For most infected individuals, HIV leads inexorably to CD4+ T cell depletion and profound immunodeficiency. For a fortunate few HIV infection results in extremely limited viral replication and peripheral CD4+ T cell counts are maintained. These patients, termed 'Elite Controllers', have been subject to intensive study since understanding how they control the virus should inform the vaccine effort. A large GWAS of ECs identified several non-synonymous amino acid changes in the peptide binding pocket of HLA-B that are associated with the EC phenotype. Those mutations, however, were only responsible for ~20% of the observed effect, and it has been suggested that much rarer, 'private'mutations that would not be uncovered by even a larger GWAS are responsible for the majority of the EC phenotype. I wish to identify those rare genetic mutations that may be contributing to the exquisite control o HIV in ECs. To do so, I propose whole exome sequencing (WES) of genomic DNA from ECs. Our group has completed WES of ~24 ECs and already has several promising gene leads;we now wish to expand exome sequencing to dozens of other ECs throughout the U.S. and world. Patient populations include Ethiopians (in collaboration with investigators in Addis Ababa and Makele), Spaniards (from a large cohort of ECs that are substance users), Chinese, and U.S. Veterans (many of whom have substance use as their HIV acquisition risk factor). Candidate genes identified from WES will be subjected to in vitro functional studies. Importantly, we have identified a subset of ECs who have cell-intrinsic resistance to HIV. Those ECs will allow us to explore the genetics of elite control, with a focus on family studies, in order to determine inheritance patterns and causative genes. In the end I hope to have identified genetic factors responsible for host control of HIV.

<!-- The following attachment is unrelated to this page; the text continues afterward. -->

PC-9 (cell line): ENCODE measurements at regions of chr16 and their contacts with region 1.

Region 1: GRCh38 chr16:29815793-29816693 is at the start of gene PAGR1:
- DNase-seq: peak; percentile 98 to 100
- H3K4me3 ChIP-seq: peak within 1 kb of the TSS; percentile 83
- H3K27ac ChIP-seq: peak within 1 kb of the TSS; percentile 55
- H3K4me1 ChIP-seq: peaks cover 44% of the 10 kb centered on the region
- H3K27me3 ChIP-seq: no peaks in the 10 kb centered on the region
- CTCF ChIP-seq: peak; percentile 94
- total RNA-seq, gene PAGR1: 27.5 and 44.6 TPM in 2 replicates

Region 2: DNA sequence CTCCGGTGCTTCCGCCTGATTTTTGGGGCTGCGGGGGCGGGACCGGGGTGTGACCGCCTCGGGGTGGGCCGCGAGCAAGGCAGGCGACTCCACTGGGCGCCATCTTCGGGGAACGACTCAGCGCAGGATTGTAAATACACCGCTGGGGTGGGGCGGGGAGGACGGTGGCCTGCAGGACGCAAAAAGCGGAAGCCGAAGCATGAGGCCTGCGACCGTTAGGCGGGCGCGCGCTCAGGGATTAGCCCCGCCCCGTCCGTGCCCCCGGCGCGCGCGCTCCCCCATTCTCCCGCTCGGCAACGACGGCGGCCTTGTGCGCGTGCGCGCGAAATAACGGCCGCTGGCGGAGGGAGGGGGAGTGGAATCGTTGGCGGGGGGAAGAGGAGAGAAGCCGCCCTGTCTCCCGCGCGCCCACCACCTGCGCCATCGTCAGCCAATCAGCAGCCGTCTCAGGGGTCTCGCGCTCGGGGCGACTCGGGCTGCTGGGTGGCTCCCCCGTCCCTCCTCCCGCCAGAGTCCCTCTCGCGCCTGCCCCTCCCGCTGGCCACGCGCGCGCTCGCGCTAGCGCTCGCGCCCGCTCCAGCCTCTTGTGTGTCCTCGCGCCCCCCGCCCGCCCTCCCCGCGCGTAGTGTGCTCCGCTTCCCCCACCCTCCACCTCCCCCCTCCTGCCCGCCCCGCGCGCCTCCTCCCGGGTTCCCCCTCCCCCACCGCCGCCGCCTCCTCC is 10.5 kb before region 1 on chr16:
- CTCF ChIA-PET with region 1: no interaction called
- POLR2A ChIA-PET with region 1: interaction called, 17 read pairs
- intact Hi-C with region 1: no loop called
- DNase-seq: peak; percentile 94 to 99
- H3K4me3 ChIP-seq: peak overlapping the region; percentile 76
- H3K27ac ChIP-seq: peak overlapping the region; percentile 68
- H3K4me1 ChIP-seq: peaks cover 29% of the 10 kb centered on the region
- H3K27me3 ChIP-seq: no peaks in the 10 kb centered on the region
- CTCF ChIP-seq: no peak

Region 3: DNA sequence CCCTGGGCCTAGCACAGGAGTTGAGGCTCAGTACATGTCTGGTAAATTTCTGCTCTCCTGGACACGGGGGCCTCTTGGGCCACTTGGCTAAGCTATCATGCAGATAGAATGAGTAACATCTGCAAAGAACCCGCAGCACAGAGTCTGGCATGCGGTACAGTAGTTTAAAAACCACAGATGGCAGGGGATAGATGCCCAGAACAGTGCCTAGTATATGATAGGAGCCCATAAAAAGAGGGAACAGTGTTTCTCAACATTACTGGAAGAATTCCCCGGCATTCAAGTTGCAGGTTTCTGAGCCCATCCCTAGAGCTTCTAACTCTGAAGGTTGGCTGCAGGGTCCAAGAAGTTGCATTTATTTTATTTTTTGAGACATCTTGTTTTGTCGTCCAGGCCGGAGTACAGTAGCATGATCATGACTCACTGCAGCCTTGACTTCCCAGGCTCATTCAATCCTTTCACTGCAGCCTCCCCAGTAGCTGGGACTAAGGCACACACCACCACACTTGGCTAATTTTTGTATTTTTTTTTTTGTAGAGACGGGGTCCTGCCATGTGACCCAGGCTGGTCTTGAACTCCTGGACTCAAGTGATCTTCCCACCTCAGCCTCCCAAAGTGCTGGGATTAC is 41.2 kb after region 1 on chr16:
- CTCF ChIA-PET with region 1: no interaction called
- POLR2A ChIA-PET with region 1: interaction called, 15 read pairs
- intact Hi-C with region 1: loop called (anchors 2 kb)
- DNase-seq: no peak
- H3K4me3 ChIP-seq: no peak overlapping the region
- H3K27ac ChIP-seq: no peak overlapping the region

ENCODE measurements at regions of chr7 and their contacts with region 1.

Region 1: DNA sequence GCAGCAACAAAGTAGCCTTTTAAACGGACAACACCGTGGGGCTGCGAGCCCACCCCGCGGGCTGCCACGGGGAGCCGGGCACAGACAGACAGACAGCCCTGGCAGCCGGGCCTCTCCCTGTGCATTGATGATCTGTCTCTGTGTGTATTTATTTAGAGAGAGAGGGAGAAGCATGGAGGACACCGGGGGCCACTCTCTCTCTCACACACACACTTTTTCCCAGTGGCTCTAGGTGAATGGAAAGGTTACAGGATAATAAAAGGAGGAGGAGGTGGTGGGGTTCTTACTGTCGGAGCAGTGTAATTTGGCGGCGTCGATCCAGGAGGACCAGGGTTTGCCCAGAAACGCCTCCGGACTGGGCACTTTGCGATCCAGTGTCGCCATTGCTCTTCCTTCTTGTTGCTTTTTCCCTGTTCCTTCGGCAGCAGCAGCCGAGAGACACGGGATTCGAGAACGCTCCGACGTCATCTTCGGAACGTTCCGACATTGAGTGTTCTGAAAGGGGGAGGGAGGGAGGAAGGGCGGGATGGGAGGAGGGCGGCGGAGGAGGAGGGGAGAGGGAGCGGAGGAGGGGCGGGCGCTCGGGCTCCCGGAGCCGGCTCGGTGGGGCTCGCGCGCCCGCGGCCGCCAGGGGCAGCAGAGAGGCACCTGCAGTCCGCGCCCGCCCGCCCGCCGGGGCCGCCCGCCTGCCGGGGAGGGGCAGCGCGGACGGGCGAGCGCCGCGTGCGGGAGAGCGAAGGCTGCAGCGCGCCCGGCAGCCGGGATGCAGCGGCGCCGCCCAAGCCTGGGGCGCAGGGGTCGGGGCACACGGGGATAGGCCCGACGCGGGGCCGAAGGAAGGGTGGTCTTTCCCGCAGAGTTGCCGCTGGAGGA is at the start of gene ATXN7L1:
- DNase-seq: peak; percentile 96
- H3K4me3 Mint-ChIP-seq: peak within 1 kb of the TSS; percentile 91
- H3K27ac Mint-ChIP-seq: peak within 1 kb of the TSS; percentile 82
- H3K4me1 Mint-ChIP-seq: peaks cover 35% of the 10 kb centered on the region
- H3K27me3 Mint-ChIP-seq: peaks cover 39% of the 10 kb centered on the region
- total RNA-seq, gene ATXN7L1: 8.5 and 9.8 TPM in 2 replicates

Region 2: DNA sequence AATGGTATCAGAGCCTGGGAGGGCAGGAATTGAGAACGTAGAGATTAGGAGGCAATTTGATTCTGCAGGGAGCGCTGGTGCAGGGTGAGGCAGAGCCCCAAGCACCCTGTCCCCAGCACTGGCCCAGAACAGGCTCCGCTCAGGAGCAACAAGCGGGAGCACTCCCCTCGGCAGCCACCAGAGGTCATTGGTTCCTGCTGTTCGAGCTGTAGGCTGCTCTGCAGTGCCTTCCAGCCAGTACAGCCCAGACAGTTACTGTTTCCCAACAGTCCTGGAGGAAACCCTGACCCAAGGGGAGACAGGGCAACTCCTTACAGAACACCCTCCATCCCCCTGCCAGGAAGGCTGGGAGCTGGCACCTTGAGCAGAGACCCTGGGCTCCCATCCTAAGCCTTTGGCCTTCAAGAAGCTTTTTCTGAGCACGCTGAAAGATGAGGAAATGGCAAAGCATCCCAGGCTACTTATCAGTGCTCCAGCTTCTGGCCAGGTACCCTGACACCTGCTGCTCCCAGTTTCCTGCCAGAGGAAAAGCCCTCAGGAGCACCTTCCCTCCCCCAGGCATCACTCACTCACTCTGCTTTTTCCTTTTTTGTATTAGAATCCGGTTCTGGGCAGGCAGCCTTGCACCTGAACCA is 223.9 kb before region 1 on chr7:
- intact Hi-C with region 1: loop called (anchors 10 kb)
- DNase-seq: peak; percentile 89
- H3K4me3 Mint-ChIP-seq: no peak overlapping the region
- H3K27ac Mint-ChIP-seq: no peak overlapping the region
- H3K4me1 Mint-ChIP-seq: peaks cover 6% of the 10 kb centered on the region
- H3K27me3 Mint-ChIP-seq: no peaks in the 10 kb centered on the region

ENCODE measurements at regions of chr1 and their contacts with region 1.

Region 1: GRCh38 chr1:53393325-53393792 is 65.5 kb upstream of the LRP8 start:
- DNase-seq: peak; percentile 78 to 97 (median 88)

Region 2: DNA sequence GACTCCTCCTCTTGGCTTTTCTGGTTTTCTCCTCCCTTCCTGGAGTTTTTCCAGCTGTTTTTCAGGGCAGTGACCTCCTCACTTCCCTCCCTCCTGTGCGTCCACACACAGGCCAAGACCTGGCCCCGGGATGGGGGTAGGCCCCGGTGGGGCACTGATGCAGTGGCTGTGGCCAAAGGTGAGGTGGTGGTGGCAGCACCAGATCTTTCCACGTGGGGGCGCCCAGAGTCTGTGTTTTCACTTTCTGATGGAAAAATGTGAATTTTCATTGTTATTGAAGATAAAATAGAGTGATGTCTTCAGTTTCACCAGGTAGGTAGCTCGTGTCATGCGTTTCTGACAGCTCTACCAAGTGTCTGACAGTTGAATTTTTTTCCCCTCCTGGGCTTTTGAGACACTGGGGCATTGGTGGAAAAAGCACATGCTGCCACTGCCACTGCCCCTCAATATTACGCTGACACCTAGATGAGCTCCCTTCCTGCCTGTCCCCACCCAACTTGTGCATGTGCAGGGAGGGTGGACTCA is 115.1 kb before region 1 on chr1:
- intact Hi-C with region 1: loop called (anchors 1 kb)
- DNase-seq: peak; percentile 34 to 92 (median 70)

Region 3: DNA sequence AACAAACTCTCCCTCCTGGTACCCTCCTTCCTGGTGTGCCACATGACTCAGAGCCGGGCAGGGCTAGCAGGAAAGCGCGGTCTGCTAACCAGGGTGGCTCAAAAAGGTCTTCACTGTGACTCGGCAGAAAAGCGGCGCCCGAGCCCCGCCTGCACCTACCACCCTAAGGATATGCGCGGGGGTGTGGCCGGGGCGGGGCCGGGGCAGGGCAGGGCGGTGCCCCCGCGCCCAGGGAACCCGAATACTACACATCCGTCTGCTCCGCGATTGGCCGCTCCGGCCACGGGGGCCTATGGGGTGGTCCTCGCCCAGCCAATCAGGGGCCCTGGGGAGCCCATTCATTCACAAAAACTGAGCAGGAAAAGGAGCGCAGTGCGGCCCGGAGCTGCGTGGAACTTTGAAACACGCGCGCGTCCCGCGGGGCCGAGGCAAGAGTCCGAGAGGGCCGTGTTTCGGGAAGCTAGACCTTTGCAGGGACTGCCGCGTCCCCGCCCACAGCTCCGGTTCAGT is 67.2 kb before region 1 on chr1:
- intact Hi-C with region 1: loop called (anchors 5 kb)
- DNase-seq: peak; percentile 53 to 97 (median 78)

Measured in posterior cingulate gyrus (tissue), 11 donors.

Some individuals infected with HIV do not suffer any ill effects or need to take antiviral medications. We would like to find out why that is, and to do so we plan to sequence their DNA and compare it against individuals who do develop illness. Any genes that might be involved in controlling HIV will be thoroughly tested in different models, and it is hoped that by the identification of these genes we will achieve a much better understanding of how man might be able to control HIV in the absence of medications.